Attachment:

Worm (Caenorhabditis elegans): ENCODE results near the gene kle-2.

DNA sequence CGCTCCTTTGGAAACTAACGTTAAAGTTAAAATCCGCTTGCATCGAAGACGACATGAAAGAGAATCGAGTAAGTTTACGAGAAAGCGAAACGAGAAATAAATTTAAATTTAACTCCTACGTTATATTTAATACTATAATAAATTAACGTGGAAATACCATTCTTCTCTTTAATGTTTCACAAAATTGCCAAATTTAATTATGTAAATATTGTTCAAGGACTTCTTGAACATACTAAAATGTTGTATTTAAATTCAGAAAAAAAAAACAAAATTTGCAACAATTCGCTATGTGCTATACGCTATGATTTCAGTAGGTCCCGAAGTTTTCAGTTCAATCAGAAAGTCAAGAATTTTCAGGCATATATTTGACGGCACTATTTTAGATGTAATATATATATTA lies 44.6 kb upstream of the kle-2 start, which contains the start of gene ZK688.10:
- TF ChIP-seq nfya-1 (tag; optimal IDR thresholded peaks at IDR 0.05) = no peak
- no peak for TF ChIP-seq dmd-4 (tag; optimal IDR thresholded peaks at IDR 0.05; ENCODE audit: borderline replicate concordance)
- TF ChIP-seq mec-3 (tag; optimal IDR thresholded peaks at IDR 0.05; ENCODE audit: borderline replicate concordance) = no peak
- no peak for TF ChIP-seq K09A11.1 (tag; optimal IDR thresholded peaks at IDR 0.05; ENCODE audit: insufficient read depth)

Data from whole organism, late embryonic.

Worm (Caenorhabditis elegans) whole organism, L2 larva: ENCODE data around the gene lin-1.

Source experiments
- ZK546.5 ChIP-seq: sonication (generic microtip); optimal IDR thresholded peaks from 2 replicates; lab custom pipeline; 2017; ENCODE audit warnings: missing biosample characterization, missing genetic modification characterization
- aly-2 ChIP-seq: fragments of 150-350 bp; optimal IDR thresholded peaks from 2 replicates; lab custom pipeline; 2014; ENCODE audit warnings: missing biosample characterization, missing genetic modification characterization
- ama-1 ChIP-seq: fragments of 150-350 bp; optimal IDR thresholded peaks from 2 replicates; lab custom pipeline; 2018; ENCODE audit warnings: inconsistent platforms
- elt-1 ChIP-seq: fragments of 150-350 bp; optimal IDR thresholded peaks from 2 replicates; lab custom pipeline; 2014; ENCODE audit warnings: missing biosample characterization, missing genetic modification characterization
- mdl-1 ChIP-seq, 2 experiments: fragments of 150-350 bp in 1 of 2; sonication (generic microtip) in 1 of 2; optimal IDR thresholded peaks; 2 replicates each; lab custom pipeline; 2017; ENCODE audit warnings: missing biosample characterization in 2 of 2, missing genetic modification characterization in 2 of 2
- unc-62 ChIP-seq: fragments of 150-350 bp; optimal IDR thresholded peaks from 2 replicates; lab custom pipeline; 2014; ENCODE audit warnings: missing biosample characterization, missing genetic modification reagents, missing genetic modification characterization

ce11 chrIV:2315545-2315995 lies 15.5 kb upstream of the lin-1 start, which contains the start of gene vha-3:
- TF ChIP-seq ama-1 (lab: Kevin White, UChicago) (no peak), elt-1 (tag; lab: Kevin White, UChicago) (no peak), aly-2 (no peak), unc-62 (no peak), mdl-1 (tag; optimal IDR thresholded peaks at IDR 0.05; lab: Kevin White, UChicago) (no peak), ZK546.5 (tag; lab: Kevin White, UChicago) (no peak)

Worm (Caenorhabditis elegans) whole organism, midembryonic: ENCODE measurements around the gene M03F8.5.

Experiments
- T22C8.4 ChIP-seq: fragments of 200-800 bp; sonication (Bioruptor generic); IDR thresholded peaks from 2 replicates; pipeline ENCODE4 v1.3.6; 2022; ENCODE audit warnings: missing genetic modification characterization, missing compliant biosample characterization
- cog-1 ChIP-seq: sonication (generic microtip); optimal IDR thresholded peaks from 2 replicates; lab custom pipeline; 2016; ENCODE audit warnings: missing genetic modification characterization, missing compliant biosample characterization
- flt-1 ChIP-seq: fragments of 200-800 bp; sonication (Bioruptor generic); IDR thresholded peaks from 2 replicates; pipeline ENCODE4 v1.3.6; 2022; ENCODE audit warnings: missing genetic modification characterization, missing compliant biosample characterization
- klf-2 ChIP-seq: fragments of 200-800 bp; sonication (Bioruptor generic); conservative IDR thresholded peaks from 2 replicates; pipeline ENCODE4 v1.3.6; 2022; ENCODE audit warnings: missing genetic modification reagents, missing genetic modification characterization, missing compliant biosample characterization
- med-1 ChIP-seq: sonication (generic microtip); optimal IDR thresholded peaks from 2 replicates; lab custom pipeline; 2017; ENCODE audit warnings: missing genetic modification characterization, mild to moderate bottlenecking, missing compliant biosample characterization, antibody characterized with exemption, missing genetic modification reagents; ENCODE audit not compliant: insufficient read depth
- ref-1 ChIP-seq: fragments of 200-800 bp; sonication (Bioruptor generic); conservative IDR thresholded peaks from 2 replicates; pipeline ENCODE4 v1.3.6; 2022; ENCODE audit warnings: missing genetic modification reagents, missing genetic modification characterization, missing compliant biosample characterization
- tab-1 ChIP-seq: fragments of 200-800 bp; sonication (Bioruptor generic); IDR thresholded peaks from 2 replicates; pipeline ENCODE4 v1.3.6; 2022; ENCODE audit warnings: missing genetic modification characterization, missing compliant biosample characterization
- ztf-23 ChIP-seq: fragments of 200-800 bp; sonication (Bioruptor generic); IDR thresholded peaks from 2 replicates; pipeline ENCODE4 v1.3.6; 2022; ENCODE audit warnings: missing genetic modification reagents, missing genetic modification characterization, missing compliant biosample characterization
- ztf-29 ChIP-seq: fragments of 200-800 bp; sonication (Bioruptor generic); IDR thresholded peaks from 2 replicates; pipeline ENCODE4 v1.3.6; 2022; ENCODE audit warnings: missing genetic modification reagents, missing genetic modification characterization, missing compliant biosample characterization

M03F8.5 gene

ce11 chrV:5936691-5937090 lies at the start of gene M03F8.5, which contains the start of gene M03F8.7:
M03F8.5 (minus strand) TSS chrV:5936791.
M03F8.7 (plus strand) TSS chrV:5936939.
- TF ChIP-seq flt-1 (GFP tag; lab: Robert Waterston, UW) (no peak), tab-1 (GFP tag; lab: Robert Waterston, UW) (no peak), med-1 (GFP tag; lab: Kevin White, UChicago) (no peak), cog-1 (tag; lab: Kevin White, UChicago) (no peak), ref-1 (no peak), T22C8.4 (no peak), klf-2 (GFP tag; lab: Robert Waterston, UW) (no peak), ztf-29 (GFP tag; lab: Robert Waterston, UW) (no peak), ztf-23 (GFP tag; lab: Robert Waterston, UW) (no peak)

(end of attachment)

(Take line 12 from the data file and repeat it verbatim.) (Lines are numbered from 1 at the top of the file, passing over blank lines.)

- ama-1 ChIP-seq: fragments of 150-350 bp; optimal IDR thresholded peaks from 2 replicates; lab custom pipeline; 2018; ENCODE audit warnings: inconsistent platforms